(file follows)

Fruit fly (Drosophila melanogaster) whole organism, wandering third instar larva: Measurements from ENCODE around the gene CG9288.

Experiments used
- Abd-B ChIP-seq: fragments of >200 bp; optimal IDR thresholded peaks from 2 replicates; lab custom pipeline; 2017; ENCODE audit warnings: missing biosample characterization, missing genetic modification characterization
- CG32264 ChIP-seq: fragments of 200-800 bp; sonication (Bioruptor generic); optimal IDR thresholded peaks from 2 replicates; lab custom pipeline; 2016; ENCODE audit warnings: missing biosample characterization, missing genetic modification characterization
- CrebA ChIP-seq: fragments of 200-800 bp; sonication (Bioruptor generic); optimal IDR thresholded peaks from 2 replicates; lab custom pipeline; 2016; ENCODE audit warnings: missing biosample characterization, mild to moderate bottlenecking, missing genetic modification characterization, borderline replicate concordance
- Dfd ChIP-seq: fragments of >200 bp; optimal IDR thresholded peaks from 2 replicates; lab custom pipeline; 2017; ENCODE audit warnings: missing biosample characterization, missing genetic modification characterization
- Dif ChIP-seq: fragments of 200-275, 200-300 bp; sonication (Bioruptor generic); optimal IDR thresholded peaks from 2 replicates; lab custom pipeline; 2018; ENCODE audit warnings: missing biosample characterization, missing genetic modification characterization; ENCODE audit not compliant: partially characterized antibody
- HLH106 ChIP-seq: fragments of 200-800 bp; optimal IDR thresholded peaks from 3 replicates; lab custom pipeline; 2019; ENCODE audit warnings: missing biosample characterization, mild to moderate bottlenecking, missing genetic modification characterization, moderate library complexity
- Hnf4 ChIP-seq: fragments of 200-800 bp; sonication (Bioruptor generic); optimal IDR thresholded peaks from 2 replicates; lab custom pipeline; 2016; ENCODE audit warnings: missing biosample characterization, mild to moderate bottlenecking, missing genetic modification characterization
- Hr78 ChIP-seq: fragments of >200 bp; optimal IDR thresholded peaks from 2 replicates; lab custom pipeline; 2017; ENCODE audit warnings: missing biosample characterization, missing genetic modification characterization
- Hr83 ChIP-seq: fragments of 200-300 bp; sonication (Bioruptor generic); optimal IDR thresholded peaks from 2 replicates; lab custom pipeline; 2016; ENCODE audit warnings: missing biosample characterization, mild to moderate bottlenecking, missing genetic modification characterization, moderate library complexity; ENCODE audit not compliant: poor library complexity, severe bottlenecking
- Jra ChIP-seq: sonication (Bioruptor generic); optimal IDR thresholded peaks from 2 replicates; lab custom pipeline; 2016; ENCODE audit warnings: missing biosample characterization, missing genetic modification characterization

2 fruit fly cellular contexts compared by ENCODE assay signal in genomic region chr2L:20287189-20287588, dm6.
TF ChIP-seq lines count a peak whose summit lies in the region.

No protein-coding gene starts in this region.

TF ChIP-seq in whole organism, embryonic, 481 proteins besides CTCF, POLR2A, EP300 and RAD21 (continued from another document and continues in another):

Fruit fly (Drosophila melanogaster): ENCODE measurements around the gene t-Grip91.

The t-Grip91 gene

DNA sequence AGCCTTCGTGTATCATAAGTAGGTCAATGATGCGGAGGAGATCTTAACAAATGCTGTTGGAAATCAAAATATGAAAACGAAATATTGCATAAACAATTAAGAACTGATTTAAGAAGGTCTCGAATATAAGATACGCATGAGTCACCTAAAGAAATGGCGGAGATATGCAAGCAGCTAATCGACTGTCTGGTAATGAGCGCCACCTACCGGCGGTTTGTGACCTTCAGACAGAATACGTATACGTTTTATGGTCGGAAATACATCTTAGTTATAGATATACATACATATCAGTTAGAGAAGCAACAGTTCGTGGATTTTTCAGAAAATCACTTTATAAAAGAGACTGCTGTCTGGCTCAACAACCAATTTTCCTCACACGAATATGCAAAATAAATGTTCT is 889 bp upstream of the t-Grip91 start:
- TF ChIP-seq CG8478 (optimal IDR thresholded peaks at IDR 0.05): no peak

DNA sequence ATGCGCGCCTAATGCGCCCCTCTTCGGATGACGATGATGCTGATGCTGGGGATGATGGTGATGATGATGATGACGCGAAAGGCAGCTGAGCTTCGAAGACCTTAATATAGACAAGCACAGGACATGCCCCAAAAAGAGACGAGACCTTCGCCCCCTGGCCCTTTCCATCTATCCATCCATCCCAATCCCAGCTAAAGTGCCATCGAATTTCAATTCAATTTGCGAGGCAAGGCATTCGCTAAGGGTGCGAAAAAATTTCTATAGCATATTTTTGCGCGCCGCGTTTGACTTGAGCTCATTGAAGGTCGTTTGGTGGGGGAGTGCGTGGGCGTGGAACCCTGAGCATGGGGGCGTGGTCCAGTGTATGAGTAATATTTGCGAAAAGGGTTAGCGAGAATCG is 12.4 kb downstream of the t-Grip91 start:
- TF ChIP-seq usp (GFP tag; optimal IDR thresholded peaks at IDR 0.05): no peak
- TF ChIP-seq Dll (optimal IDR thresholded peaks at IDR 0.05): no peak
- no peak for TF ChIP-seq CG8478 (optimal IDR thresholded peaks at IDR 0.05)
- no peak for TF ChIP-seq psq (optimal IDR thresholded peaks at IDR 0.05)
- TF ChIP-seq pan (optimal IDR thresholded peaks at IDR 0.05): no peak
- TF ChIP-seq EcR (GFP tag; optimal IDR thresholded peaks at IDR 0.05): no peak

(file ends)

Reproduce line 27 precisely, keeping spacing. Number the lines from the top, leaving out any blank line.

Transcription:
- TF ChIP-seq EcR (GFP tag; optimal IDR thresholded peaks at IDR 0.05): no peak